Come Tomorrow, Part 1

Vince Bailey / May 2019

Shapes of things before my eyes just teach me to despise.—The Yardbirds

Much as I hate to, I am about to reverse myself on a position that I’ve expressed in this column a number of times. Whether in dead seriousness or while indulging in some tongue-in-cheek humor, I have always maintained that construction estimating offers a number of benefits and opportunities that students who are searching for a rewarding path might seriously explore as an alternative to living in their parents’ basement. But a number of commentaries I’ve been perusing recently have given me reason to reconsider this. These articles involve the pros and cons of the inevitable introduction of artificial intelligence into our lives. I might easily substitute “intrusion” for “introduction” here, because in spite of the many benefits that advocates of AI are touting, there are some serious downsides that need to be considered—downsides that may well affect the survival of our profession. And, like it or not, here they come.
    
For those who have been sleeping in the Catskills for the past 20 years, AI is a phenomenon in which computers are able to not only crunch and regurgitate mountains of data, but are capable of mimicking human cognitive functions—that is, they are learning machines. In fact, the theory and rapid development of AI has raised some serious concern within the scientific community about the possible consequences of machines eventually becoming self-aware. Of course, that notion has provided a number of writers and film producers with some wildly popular material. But no, I am not going to explore the potential for an apocalyptic future, so we won’t be searching here for Sarah Connor, or robots named Sonny. What troubles me most immediately are two items that the majority of these articles I’ve been reading agree upon: That the rapid development of robotics, and AI will result in the net loss of some 400,000 jobs in the United States alone, and that this will occur over the next five to 10 years. That’s a real eye-opener for those of the Rip Van Winkle persuasion (myself included).
    
Now, before I connect the dots to the fate of thousands of bidmeisters, allow me to present some of the pros and cons associated with the development of AI. They will help convey a clearer path to my upcoming projections.
    
Advantages to the development of AI include the following:
    
Productivity. Perhaps the single greatest benefit stemming from the advent of AI will be its capability to assume a multitude of mundane tasks, thus freeing humans to spend more time in modes of exploration and creativity.
    
Tirelessness. A machine can run continuously, 24/7, without a rest, unlike humans who must recuperate after 8 to 10 hours of constant work.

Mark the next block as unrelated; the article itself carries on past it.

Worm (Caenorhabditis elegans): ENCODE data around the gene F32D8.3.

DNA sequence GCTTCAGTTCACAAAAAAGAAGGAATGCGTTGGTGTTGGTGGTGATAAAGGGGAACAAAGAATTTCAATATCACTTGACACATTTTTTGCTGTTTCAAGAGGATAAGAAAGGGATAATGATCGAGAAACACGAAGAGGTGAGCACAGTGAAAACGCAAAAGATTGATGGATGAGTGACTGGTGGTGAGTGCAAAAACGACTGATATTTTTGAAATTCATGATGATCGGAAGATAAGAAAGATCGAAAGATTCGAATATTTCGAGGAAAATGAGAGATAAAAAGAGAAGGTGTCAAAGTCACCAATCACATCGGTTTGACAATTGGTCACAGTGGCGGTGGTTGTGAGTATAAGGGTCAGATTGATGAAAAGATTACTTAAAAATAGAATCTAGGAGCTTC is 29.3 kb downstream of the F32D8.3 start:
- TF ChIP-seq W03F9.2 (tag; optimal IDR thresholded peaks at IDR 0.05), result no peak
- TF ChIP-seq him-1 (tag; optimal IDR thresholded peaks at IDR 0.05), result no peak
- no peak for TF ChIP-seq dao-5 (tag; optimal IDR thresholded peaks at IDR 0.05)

Accuracy. With conclusions being derived from vast amounts of stored data and algorithm sets specifically aimed at the type of question presented, error in an AI decision is virtually unheard of (or so they say).
    
Expediency. Rapid decision-making can be enhanced by removing the hindrance of human emotion, which is often an obstacle to instantaneously logical conclusions.
    
If we stopped here, we might conclude that the development of AI can only be a boon to mankind. Unfortunately, there’s another side to it. These are some of the disadvantages to the development of AI:
    
Expense. Installation, operation and maintenance of AI programs will be cost prohibitive to all but the wealthiest corporations. Current costs average in the high six figures to start.
    
Lacks Creativity. AI decisions are based on analytic processes. At present, AI programs are not capable of generating original creativity.
    
Power. The advent of AI is sure to shift the power dynamic to those who develop and wield its impact. AI is likely to centralize power in the hands of an already powerful few.
    
Lacks Humanity. AI does not recognize complex values that civilizations have developed.
    
Displacement. Projections vary, but conservative ones predict that AI will add roughly 500,000 jobs to the market, but will eliminate over 900,000—a net loss of 400,000 jobs!
    
Applying this to the construction industry—and specifically to preconstruction, I have arrived at some not-so-far-fetched conclusions. Regrettably, my considered predictions are somewhat gloomy. Drawing from the information outlined above, I believe that over the next decade, architectural firms will procure, utilize, develop and integrate AI applications into their activities to such a degree that it will reconfigure the entire process of project delivery from top to bottom. It’s such a good fit, it’s hard to refute. Consider the following: Architectural firms are notoriously wealthy and best endowed with the resources to easily overcome the cost obstacle. Moreover, architects tend to see themselves as creative wizards who are unfairly saddled with the dull burden of translating their visions into mundane terms of constructability. AI can alleviate that burden for them, thus freeing them to pursue aesthetics. But clearly expansion of AI will not stop within their own scope. Armed with the power of AI, architects will absorb all the functions of contractors, relegating us all to positions of servitude to the elite in our industry.
    
Next month, I will further advance the discussion of how AI will revolutionize preconstruction, and what this will mean to construction estimators of all walks.  

Vince Bailey is an estimator/project manager working in the Phoenix area.